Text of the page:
One of the World's Natural Wonders
Ha Long Bay Travel Blog› entry 13 of 25 › view all entries
People who made my travels more enjoyable: Michelle (USA), Phillip (England), Allison (England), Karina (Denmark), Julie (Denmark), French and Spanish families (Sorry, I'm so bad with names)
Our driver, and tour guide, arrived at the hotel around 7am. Michelle and I loaded up our luggage and clambered into the over-crowded van. We took the last two seats available, mine was at the very back on the right-hand side. Being tall, I appreciated the added leg room, but I knew that if the road was bumpy I was going to be bounced around like crazy. Luckily the drive out of Hanoi was much smoother than I anticipated. Our van had ample A/C and the views of the Vietnamese countryside were fascinating.
The drive from Hanoi to Ha Long Bay was scheduled to take about 3 hours. The roads on the outskirts of Hanoi were in good shape and had multiple lanes, however the roads further outside the city were not in great shape. Still, based on the condition of the infrastructure in Hanoi, the roads to Ha Long Bay exceeded expectations. Along the way we saw farms, factories (mostly run by foreign manufacturers like Foxconn) and a number of propaganda posters.
The rest of the drive went quickly and before I knew it we had arrived at Halong Bay. The staging area was a bit of a madhouse, not all that surprising considering how many tours were leaving from the exact same location. Our guides went and paid some sort of registration fee and after a few minutes we loaded ourselves, and all of our gear, onto a small transport boat (sorry I'm not very good with boat terminology).
The natural beauty of Halong Bay was stunning. Limestone karsts, some of which rose hundreds of feet above the water, create one of the world's more unique geologic spectacles. The setting was just superb. As our boat carried us between the tall rock formations, our tour guide began to explain the itinerary. We would all share a multi-course lunch, after which we would take a tour of a cave and then do some sea kayaking. During lunch we shared a table with a couple from England and two backpackers from Denmark.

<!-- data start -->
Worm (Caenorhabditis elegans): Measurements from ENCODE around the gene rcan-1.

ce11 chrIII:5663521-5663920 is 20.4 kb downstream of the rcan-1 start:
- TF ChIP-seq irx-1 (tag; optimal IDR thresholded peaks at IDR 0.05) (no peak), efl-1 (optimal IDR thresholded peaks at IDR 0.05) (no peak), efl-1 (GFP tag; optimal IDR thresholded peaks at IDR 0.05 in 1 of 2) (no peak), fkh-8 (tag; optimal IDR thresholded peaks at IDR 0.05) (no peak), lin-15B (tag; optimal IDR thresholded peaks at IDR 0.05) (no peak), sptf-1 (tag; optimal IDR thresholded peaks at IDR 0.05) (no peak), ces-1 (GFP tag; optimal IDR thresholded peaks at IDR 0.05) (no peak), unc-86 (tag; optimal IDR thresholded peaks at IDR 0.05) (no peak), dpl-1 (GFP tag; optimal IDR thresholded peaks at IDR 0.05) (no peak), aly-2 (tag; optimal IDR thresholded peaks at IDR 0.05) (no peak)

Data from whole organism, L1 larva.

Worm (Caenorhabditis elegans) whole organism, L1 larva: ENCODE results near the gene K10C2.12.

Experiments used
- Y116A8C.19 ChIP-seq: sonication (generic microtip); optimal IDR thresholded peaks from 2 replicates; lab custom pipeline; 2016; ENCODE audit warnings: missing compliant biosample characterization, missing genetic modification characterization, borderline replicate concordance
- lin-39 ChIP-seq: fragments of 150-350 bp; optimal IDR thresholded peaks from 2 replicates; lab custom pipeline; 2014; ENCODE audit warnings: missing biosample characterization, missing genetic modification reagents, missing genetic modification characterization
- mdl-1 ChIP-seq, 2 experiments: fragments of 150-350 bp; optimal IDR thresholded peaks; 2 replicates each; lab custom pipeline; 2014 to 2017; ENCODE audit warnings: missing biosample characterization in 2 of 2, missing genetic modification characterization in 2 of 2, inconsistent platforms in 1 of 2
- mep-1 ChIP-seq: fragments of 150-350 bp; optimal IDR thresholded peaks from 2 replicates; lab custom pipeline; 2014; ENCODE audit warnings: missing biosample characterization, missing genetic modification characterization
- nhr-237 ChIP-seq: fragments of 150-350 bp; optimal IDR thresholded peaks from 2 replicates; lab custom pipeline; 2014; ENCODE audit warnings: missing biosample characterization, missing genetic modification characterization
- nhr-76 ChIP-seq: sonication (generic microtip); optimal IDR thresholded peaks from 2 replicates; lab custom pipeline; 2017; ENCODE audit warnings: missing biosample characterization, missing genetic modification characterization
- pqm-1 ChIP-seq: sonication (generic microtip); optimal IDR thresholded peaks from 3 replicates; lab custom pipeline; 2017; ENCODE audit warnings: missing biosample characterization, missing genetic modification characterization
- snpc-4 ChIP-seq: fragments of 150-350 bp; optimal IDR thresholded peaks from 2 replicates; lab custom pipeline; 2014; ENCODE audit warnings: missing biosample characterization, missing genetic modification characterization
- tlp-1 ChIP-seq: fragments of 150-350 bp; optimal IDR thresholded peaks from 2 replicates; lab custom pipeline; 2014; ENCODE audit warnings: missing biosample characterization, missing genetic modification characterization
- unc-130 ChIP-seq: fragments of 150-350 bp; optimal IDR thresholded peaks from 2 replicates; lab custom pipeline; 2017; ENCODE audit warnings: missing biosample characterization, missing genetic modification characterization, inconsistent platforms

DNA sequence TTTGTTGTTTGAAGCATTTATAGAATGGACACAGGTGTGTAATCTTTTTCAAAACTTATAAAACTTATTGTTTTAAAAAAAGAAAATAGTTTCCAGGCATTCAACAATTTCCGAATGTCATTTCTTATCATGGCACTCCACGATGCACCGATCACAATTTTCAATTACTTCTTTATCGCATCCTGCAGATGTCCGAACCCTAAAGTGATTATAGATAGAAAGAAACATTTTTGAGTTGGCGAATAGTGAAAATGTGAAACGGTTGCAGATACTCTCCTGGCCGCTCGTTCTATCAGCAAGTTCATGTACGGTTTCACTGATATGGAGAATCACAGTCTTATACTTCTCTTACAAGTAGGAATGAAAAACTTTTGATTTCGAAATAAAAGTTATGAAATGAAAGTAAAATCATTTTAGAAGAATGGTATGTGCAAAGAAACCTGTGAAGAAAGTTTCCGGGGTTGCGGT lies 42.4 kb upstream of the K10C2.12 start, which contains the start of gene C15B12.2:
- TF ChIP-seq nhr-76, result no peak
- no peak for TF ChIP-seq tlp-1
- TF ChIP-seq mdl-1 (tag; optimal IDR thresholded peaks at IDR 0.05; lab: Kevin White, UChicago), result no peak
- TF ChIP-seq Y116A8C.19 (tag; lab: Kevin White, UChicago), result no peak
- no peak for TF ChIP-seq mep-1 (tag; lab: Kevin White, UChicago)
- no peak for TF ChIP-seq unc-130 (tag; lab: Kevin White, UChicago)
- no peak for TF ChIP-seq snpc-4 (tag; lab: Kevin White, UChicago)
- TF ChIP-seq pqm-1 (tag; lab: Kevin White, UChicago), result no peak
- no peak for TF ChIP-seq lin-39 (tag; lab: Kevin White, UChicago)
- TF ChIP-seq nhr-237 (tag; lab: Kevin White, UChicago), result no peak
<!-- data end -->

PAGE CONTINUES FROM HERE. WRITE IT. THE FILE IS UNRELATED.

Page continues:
After lunch our junk set a course for Surprise Cave, a phenomenon within the phenomenon that is Halong Bay. Once we arrived at Surprise Cave, our tour guides instructed us to get off the junk and walk around for a bit. We spent the next 30 minutes wandering around the cave, taking pictures and admiring the scene.
Our junk transported us to one of the small floating villages in the middle of the Bay. Here, surrounded by fisherman and women selling wares, we boarded our sea kayaks. Michelle and I followed our guide for half a mile until we reached a small tunnel. The tunnel, which was only accessible during low tide, led us to the "hidden lagoon". I have no idea how the lagoon formed, but the site was simply breathtaking. Steep rock faces, covered with lush greenery, completely encircled the lagoon.
As we paddled back toward the floating village, the sun began it's slow descent in the horizon. Our guide told us that after we returned to our junk, we would have an opportunity to go swimming before dinner time. The one condition was that we had to swim before the sun set, no night swimming was allowed in Ha Long Bay. When we got back to the junk, I went straight for the top deck.
Dinner was a two-part adventure. I use the word adventure because I was once again exposed to something entirely new. First, we all had a chance to create our own spring rolls. Touristy, yes. Fun, absolutely! My set of rolls ended up being rather misshaped, but they were still delicious.
This was the first time that I had spent the night on a boat, and the experience was, for lack of a better word, interesting. I'm not a huge fan of boats and having grown up in the mountains, nearly a thousand miles from the ocean, I am not very comfortable on the water. So, as you can imagine, when I woke up in the middle of the night during a torrential downpour, my uneasiness intensified.